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Book Review: 'Home Studio Setup' by Ben Harris

Updated on January 27, 2018
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Tamara Wilhite is a technical writer, an industrial engineer, a mother of two, and a published sci-fi and horror author.


“Home Studio Setup” by Ben Harris, subtitled “everything you need to know from equipment to acoustics”, is intended to be an all in one resource for setting up a home studio. What are the pros and cons of this book?

The Cover of the Book "Home Studio Setup" by Harris
The Cover of the Book "Home Studio Setup" by Harris | Source

The Strengths of “Home Studio Setup”

If you are completely new to music production, audio recording and electronics, this book gives you a good introduction from the true start, dedicating the first chapter to acoustics and relating this immediately to a studio’s layout.

“Home Studio Setup” provides information on how to build your studio, including cost saving alternatives to the professional grade products and the pros and cons of different materials. Too many other books tell you to buy the most expensive options on the market under the false assumption that these items are the best.

The Weaknesses of “Home Studio Setup”

The book’s initial section on digital audio workstations, where it gives the definition and benefits of using a DAW or digital audio workstation, is still valid. This is true for its explanation of various pieces of equipment like MIDI controllers and samplers. The software recommendations and technical advice in this section, however, is obsolete. The section on analog versus digital mixing consoles, though, remains relevant, since the low cost of analog sound mixers makes them popular with hobbyists.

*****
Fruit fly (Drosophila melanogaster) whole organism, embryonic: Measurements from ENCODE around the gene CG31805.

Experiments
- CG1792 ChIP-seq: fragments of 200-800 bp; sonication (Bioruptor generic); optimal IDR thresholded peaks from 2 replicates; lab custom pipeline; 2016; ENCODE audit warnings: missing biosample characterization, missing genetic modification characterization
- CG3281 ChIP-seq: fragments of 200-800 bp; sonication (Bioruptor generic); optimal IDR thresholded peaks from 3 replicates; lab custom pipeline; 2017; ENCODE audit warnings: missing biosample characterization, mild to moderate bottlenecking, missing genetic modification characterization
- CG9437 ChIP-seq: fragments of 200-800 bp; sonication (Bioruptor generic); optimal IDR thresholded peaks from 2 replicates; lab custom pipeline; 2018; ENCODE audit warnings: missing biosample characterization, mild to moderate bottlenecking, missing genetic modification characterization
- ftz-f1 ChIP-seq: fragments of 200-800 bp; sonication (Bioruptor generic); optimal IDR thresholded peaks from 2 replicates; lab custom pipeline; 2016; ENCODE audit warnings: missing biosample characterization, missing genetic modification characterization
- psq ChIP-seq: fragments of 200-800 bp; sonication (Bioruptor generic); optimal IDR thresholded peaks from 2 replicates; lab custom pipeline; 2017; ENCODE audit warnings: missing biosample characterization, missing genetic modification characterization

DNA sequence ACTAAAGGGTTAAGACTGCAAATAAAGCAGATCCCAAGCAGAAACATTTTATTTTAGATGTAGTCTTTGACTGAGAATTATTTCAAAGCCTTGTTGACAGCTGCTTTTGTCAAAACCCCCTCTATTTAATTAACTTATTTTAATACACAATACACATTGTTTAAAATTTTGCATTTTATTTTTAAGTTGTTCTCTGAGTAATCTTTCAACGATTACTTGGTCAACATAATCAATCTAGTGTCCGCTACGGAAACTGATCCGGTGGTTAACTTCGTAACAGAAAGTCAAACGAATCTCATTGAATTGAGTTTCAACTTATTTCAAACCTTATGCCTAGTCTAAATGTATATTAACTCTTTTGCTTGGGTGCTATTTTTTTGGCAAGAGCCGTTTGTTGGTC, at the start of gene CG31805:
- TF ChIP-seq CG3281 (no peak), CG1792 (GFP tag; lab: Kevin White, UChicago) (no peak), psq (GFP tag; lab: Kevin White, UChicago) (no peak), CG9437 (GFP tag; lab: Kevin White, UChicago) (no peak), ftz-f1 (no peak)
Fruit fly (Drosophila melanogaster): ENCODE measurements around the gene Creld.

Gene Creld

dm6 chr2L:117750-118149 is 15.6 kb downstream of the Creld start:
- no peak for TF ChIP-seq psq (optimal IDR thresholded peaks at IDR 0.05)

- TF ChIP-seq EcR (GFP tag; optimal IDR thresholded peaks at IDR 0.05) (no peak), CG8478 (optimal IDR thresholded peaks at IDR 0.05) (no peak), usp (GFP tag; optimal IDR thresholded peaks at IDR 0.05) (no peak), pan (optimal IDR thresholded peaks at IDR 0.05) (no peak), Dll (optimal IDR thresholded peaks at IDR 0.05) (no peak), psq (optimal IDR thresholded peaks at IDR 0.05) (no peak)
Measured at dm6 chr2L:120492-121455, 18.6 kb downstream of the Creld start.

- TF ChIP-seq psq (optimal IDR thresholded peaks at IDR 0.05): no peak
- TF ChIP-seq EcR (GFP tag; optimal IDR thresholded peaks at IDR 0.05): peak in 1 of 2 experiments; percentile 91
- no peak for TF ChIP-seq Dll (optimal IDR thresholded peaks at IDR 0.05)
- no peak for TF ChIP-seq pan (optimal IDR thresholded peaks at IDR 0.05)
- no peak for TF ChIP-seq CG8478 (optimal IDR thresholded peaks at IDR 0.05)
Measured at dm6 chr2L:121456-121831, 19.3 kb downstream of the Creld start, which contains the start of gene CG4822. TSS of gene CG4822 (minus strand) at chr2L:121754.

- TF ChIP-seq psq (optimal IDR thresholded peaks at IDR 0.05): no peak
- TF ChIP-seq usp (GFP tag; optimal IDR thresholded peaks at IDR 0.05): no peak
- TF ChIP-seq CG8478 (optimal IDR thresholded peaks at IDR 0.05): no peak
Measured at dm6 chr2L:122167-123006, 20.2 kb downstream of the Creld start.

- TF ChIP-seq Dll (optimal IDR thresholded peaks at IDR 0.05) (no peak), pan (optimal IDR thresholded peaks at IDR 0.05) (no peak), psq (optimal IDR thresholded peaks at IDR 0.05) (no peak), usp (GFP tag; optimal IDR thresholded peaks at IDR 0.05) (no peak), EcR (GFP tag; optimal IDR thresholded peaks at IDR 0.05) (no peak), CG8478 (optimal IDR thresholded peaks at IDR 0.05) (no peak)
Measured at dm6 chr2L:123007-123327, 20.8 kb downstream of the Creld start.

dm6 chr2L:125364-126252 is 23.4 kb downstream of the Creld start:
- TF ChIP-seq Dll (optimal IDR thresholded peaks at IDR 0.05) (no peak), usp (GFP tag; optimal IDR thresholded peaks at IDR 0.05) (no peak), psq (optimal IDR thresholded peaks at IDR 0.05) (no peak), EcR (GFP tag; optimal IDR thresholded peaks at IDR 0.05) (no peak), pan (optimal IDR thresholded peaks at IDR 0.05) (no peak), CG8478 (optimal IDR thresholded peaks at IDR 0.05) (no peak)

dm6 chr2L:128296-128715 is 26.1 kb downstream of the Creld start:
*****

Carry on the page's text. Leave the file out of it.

The suggestion of putting a lava lamp in the sound studio for lighting is a reflection of the author’s aesthetic tastes, not a practical suggestion though treated as such. Likewise, the advice to put art and other décor in the sound studio is almost a distraction from the technical information in the book. After all, that cool art you put on the wall could alter the acoustics you so careful crafted per earlier diagrams and technical specifications.

Observations about “Home Studio Setup”

The book offers a look at the history of sound recording, something that is interesting but not really value added. The information on how digital audio workstations record sound and track it to video when necessary is useful to those not already familiar with this.

“Home Studio Setup” devotes a chapter to microphones. While the explanation of various types of microphones is useful for those unfamiliar with it, the book lacks information on the wireless microphones that are becoming common.

This is repeated in Chapter 9’s matrix on how to pick the right microphone for your application. Therefore, this book doesn’t include information on the antennas and other equipment required to support them. Instead, the book has several pages on the cables required and their pros and cons. For example, Chapter 7, Section 2 describes several “connections” scenarios on how to connect everything to your audio interface – and all the connections it discusses are wired. The information on the acoustics of various instruments and the impact of different types of microphones is important.

The author does not discuss setups with 400-1000 MHz antennas like this one by WA5VJB and wireless microphones.
The author does not discuss setups with 400-1000 MHz antennas like this one by WA5VJB and wireless microphones. | Source


If you know nothing about acoustics, sound processing equipment and audio recording, “Home Studio Setup” remains a good introduction to the subject. Note that its advice on audio processing software and many pieces of hardware is so dated that it shouldn’t be used to make a decision on what to buy, though recommendations on sound studio layout and sound absorbent materials are still true today.


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